8. john sea qwerty says:

    Flawed study. They aren’t asking the same thing 30 years apart.
    The 1982 question should have been “Did God create man in the
    last 9970 years?”! Invalid results.

    Got to love the way the title of this post says the population learned NOTHING about science OR evolution.

    Eideard, I have a proposition.

    I will send you $1.

    In return you agree if we are ever in a lake of fire I can stand
    on your shoulders for the first 50k years.

    I have IBS.

    • Skeptic says:

      Why only a dollar? Your faith is considered litter in some places.

  9. Dallas says:

    Oh Lordie Lordie…. This is why aliens don’t visit us.

    God advised ‘the others’ that earth is still too primitive and chances are good we’re gonna kill each other over who has the more peaceful religion.

  10. orchidcup says:

    During almost fifteen centuries the legal establishment of Christianity has been upon trial. What has been its fruits?

    More or less, in all places, pride and indolence in the clergy; ignorance and servility in the laity, in both, superstition, bigotry, and persecution.

    The advancement and diffusion of knowledge is the only guardian of true liberty.

    –James Madson

    • dusanmal says:

      “The advancement and diffusion of knowledge is the only guardian of true liberty.” – notice LIBERTY there. That is the key for interpretation. He didn’t say “kill religion”, he said educate to keep freedoms (including religion). That is where the society went wrong. Instead of tolerant treatment of religion, truly tolerant treatment – we got “freedom from religion” interpretation. That is in the root of the problem with education. If (and only if) BOTH religion and science are thought in the school system both can prosper independently and without affecting each other. Than we can have scientific view thought fully and without taint with religious aspects. Than we can have students understand religion and its views on creation separate from the science. However, you remove religion from education, it will leak into the unrelated subjects and you’ll have this result. Somewhat paradoxical but James haven’t limited “diffusion of knowledge” to one type of it. “Diffusion of knowledge” about religion is needed too or we are raising inevitable conflict.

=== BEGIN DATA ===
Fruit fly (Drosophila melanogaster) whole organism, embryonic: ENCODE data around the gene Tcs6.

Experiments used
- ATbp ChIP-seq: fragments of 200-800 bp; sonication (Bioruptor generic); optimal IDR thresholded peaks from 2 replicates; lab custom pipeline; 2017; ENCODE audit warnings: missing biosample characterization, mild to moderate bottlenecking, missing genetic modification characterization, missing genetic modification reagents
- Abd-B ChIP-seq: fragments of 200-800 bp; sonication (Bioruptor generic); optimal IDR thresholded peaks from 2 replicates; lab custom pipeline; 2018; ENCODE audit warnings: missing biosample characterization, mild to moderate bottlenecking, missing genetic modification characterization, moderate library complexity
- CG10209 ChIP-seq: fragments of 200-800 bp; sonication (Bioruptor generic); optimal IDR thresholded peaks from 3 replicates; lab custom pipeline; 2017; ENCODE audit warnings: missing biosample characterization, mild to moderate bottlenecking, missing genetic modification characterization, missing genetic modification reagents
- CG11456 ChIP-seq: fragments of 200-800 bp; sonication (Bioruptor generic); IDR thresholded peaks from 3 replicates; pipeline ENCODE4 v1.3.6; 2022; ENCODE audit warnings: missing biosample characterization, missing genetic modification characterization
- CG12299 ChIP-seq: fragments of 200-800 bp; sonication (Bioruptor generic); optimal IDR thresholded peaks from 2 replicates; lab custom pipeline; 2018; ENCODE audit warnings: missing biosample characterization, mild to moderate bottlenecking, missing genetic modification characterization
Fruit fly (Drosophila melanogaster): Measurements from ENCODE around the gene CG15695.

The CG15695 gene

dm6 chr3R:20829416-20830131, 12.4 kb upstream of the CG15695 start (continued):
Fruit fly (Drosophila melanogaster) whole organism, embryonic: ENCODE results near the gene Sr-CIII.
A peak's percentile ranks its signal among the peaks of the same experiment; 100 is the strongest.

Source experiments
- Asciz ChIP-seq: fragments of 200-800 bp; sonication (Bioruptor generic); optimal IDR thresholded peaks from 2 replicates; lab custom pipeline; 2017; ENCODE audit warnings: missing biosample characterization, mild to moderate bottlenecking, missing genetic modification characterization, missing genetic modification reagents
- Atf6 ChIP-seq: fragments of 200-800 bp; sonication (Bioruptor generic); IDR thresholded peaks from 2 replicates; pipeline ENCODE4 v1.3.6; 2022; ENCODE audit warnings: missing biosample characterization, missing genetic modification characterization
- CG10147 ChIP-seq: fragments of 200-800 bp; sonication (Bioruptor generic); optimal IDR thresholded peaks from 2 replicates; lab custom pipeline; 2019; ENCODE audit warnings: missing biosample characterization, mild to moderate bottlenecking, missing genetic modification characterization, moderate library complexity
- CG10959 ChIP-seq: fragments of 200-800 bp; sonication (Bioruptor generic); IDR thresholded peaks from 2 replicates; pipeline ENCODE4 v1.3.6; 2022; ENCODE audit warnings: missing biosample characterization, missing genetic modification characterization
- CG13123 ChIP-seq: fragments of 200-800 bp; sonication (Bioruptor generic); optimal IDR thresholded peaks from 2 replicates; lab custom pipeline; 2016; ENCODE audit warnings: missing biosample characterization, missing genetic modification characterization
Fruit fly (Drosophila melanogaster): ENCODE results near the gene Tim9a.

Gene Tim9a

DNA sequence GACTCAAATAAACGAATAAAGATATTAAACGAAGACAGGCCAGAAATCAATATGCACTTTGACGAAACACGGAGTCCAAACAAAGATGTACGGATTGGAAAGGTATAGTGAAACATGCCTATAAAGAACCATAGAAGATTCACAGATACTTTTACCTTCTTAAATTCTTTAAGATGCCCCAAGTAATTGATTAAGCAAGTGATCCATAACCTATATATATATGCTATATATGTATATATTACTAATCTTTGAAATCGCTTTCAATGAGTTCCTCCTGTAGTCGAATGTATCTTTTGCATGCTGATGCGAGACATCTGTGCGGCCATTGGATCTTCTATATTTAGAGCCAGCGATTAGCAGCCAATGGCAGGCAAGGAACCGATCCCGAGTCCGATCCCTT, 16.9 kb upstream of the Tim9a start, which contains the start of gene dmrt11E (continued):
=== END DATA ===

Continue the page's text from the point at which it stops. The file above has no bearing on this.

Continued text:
• orchidcup says:

        As to Jesus of Nazareth, my opinion of whom you particularly desire, I think the system of Morals and his Religion, as he left them to us, the best the World ever saw or is likely to see; but I apprehend it has received various corrupting Changes; and I have, with most of the present Dissenters in England, some doubts as to his divinity.

        –Benjamin Franklin

        The freedom of thought and conscience are enshrined in the principles of the Constitution.

        Therefore, freedom from religion is just as valid as freedom of religion.

      • Cap'nKangaroo says:

        “That is in the root of the problem with education. If (and only if) BOTH religion and science are thought [taught?] in the school system both can prosper independently and without affecting each other.”

        This didn’t work in the middle ages, what makes you think it will work now?

        “Instead of tolerant treatment of religion, truly tolerant treatment – we got “freedom from religion” interpretation.”

        What exactly do you mean by “truly tolerant treatment” of religion? And which religion? You cannot be truly tolerant of all religions when virtually all religions say they are they only TRUE religion. And then throw the state (i.e. pandering politicians/blundering bureaucrats) into the mix and you have the worst of both world. Does “truly tolerant” mean don’t denigrate/speak ill of in school (which I believe is the current practice) or does it mean to softly proselytize?

  11. orchidcup says:

    It is as useless to argue with those who have renounced the use and authority of reason as to administer medication to the dead.